Tuesday 23 June 2009

Tuesday's tenuous technical and physical adjustments

Today was another challenging day's training and focused more on the Clean and Jerk than the Snatch. The first session started at 9 AM and this was a first for me as this is an hour later than Irish time. Here is what myself and Tom's 12 year old son did:

Session 1: 9 AM
General body warm up with various bodyweight drills designed to open up the hips and shoulders, stretch out the back and lock the core areas.
We then did 3 reps on a Muscle Snatch/Overhead Squat/Drop Snatch up to 3 sets of 50kg.

Power Clean from below knees--We focused on getting the back as arched as possible and by rotating my elbows towards my body anti-clockwise. This felt different but it meant that I could rack the bar with my hands on it, not just my fingers. I think this may help with the Jerk. I only worked up to three or four triples with 100, but with the isometric contractions with the back and legs, it was quite tiring.

Good morning to press--I worked up to 3 sets of 8 with 60 kilos. The purpose of these was to get the back used to being locked and working out the hamstrings. The reps were the tiring part, not the weight. There is a video of this exercise below. The idea is to contract the relevant muscles rather than lift massive weights.

Session 2: 7.30 pm

Bodyweight and bar warm up that was surprisingly tiring. Sufak was training in this session and he is an 85kg lifter with 115/145 lifts to his name. He is quick and has efficient technique.

1. Cleans—I worked up to doubles with 120 for two sets and then a single with 130 and then back down to 110 again to work on keeping my lower and upper back and also the shoulders locked throughout the first pull and the transition. This got much better as the session progressed. It means that I can get a much better hip drive in the Clean and I can transfer power better from my lower body.

2. Back Squat—I worked up to a double with 160, but Tom said I was doing plyometric squats, as in I was going down too fast to focus on strength. I went back down to 130 and 120 and really focused on setting that back and sitting in the hole with as locked a back as possible. It was a whole lot slower when I was going down with more control and pausing at the bottom.

3. Jerk from the rack—I worked up to a single with 120. In the beginning we focused on my Dip and controlling it down better and staying on the heels. This really improved. Then we focused on getting through the Jerk by keeping the back locked and getting through with the abdomen. The angle that my elbows were flexed at was wrong and this meant that I was bouncing under the Jerk rather than fixing it. This is the next thing to fix. Maybe I was too tight in the upper body and need to relax more? I missed 130 twice even though it was flying up.
We then finished up with some stretching and that was that. A great day as my Clean and my Jerk dip really improved. My hamstrings and glutes are in pieces now though... Any constructive criticism you have from the video would be great.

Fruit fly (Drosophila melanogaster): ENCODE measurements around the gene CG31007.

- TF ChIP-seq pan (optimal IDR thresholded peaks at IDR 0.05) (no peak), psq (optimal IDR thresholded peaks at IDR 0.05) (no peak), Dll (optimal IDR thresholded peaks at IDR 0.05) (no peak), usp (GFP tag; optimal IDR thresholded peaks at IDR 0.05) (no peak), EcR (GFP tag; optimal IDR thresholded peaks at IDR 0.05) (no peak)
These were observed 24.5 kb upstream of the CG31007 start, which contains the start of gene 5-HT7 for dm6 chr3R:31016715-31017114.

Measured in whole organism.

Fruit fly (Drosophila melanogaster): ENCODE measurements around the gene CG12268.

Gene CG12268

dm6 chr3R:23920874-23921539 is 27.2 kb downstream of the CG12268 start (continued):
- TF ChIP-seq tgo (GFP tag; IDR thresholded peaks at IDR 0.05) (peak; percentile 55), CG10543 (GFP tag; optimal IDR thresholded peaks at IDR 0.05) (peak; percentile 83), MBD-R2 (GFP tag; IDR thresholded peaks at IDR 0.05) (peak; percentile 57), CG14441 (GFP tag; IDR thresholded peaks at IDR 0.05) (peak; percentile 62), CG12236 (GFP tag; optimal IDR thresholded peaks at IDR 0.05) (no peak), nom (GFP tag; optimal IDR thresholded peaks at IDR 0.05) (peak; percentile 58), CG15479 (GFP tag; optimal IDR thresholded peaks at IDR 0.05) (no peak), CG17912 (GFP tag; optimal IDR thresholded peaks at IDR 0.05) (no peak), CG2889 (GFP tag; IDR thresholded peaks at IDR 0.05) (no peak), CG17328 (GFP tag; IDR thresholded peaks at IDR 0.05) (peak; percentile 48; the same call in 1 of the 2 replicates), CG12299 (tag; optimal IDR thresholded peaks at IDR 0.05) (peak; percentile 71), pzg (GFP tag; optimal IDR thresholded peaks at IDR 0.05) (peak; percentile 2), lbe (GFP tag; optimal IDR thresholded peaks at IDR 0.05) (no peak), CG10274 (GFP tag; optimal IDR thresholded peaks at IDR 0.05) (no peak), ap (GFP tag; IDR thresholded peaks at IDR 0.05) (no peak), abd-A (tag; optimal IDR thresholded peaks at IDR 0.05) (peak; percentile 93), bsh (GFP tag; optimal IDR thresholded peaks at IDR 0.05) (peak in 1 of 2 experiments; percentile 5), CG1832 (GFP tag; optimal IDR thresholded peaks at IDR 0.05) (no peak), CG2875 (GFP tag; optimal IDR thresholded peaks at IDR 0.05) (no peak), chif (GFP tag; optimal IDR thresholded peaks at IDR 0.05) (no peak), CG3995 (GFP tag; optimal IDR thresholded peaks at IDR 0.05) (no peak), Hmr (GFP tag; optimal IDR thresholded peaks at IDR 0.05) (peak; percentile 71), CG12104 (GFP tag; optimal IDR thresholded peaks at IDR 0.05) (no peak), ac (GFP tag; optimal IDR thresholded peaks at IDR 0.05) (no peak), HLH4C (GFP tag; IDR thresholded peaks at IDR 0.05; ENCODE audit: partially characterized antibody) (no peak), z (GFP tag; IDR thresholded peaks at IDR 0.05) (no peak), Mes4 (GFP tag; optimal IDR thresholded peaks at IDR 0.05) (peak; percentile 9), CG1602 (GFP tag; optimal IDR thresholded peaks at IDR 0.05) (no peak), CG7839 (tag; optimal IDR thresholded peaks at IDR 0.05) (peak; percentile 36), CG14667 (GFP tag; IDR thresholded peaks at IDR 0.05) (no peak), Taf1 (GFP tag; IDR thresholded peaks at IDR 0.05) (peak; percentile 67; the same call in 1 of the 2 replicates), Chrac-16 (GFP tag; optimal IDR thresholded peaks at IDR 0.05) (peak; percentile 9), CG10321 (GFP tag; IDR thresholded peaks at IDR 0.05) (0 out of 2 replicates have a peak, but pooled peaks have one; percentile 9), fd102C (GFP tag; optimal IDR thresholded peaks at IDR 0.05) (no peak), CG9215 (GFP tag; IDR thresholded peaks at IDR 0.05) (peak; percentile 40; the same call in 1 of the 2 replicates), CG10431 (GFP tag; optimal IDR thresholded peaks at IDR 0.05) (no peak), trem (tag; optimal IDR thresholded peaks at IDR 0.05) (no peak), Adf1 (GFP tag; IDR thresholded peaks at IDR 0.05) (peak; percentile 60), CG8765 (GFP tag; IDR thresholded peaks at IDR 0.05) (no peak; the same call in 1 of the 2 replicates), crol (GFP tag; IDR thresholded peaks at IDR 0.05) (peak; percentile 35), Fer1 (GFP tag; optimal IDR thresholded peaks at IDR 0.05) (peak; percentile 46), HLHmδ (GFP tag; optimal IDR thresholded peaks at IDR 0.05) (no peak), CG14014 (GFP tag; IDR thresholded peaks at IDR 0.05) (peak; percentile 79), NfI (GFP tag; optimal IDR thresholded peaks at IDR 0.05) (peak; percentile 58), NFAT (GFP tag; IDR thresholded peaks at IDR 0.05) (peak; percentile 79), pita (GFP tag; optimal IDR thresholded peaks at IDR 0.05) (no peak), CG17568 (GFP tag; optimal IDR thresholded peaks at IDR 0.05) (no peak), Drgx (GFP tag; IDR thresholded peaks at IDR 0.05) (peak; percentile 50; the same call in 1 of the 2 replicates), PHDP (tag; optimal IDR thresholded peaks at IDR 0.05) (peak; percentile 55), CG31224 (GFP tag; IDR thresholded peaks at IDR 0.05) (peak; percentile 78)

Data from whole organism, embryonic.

GoLift said...

Can you explain the reasoning behind doing slower squats?
Love the blog. Robbie

bigphathar said...

I'm sure that lots of people can give a better, more thorough answer Robbie, but put simply (the only way I can think!) there is a school of thought that says;

"...if you take the stretch-reflex action out of the equation (i.e. the 'bounce' at the bottom of the squat) then you will force the quads, glutes, hamstrings and trunk to work much harder and will get a better strength benefit from the exercise."

It's the same reasoning (as I understand it) behind box-squats, but without the potential for serious injury (especially slipped discs) that comes from compressing both ends of the spine at the same time when squatting onto a box.

Having used dead-stop squats and dead-stop front squats in the past before I'm not a massive fan of them, the reason being that the stretch-reflex action is such a key component of a good clean, as an example there are many examples of Soviet superstars that could Clean more than they could Front Squat. I think Pisarenko, the lean Super-Heavyweight from the mid-80's was one of those (later banned for selling medication illeagally and allegedly man of 'influence' in the post Soviet-era.)

I think that support exercises such as the squat and front squat should be performed as close to the competition lift as possible.

The reason that I think this, is the number of competitions I've been at where lifters get pinned with a Clean that they pull quite easily but can't stand up with, not because they're not strong enough but because they get the timing or 'flow' of the clean wrong. I don't know how many it's been over the last decade, but it's been a lot!

For that reason I'd be very cautious with how often this exercise of technique is used in the Back Squat and I don't think I would ever reccomend it for the Front Squat, but I'll keep an open mind on it.

An interesting and thought provoking article as always, I'm looking forward to the next one Barry!

Barry said...

Harry has nailed it in one. Thanks Coach Leech.

GoLift said...

Stretch relex is something I would not disregard from my training but I do agree with getting stuck on the ctach of my max cleans. I plan to use pause/stop squats in my sessions in the coming months and also introduce chains as I have a few sticking points. Good variation too.
Hopefully you've checked our blog. Cheers Robbie

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